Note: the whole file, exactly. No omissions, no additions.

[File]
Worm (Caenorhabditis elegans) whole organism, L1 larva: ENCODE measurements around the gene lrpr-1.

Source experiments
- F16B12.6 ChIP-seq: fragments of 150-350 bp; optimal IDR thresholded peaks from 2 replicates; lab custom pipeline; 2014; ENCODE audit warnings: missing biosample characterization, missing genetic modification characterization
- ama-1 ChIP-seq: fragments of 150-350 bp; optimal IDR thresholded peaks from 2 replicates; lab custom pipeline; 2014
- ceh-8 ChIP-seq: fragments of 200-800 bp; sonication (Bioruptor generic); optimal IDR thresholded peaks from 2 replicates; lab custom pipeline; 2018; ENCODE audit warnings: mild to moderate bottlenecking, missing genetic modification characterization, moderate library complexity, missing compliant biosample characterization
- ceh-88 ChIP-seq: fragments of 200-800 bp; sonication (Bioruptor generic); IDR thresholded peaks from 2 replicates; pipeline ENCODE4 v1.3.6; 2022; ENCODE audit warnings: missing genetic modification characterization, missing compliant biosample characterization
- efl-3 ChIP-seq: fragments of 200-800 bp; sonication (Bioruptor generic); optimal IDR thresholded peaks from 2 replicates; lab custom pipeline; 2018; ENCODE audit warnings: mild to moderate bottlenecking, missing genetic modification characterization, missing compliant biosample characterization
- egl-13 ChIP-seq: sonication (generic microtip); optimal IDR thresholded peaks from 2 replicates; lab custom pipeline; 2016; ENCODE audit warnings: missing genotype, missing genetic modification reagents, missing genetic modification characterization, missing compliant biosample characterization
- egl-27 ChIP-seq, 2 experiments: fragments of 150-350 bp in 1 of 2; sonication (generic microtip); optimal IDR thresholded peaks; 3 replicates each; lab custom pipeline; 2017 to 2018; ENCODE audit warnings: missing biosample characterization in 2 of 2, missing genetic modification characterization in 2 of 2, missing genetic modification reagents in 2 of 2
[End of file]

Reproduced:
Worm (Caenorhabditis elegans) whole organism, L1 larva: ENCODE measurements around the gene lrpr-1.

Source experiments
- F16B12.6 ChIP-seq: fragments of 150-350 bp; optimal IDR thresholded peaks from 2 replicates; lab custom pipeline; 2014; ENCODE audit warnings: missing biosample characterization, missing genetic modification characterization
- ama-1 ChIP-seq: fragments of 150-350 bp; optimal IDR thresholded peaks from 2 replicates; lab custom pipeline; 2014
- ceh-8 ChIP-seq: fragments of 200-800 bp; sonication (Bioruptor generic); optimal IDR thresholded peaks from 2 replicates; lab custom pipeline; 2018; ENCODE audit warnings: mild to moderate bottlenecking, missing genetic modification characterization, moderate library complexity, missing compliant biosample characterization
- ceh-88 ChIP-seq: fragments of 200-800 bp; sonication (Bioruptor generic); IDR thresholded peaks from 2 replicates; pipeline ENCODE4 v1.3.6; 2022; ENCODE audit warnings: missing genetic modification characterization, missing compliant biosample characterization
- efl-3 ChIP-seq: fragments of 200-800 bp; sonication (Bioruptor generic); optimal IDR thresholded peaks from 2 replicates; lab custom pipeline; 2018; ENCODE audit warnings: mild to moderate bottlenecking, missing genetic modification characterization, missing compliant biosample characterization
- egl-13 ChIP-seq: sonication (generic microtip); optimal IDR thresholded peaks from 2 replicates; lab custom pipeline; 2016; ENCODE audit warnings: missing genotype, missing genetic modification reagents, missing genetic modification characterization, missing compliant biosample characterization
- egl-27 ChIP-seq, 2 experiments: fragments of 150-350 bp in 1 of 2; sonication (generic microtip); optimal IDR thresholded peaks; 3 replicates each; lab custom pipeline; 2017 to 2018; ENCODE audit warnings: missing biosample characterization in 2 of 2, missing genetic modification characterization in 2 of 2, missing genetic modification reagents in 2 of 2